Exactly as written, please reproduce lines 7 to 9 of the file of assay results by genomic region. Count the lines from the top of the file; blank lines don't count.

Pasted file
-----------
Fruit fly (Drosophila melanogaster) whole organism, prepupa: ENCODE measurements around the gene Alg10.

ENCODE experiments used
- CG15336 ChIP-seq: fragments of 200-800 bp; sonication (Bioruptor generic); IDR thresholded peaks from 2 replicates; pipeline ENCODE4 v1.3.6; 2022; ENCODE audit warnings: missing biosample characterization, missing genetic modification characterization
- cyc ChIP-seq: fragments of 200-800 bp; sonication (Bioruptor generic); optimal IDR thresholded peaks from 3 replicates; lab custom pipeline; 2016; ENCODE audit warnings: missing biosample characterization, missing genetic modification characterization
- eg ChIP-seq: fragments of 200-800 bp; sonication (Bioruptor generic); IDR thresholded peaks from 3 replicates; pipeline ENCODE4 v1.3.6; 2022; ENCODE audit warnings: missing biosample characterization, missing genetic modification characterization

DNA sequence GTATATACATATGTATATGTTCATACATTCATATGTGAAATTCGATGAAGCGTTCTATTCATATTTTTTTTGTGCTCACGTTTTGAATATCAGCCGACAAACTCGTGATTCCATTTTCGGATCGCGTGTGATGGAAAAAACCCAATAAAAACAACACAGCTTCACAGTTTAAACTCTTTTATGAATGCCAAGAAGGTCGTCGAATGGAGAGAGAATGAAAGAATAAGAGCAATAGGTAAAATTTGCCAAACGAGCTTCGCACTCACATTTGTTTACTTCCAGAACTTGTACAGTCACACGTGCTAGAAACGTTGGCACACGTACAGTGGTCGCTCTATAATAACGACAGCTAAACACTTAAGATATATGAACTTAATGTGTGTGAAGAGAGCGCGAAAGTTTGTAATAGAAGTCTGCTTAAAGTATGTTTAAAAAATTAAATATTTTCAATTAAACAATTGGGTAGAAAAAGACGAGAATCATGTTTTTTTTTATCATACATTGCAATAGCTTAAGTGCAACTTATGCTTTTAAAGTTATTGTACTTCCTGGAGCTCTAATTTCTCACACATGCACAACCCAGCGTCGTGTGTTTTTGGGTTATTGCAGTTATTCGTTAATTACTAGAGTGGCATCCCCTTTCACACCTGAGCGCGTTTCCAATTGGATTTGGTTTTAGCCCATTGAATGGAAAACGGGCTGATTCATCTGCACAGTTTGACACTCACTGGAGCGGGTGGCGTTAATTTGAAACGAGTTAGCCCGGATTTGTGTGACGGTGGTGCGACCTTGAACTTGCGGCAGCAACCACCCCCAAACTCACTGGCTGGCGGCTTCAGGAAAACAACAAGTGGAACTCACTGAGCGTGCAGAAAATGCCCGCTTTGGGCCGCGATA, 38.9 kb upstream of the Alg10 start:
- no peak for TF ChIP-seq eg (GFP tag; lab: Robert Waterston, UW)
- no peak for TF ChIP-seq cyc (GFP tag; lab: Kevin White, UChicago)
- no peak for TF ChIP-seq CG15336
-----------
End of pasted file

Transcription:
- no peak for TF ChIP-seq eg (GFP tag; lab: Robert Waterston, UW)
- no peak for TF ChIP-seq cyc (GFP tag; lab: Kevin White, UChicago)
- no peak for TF ChIP-seq CG15336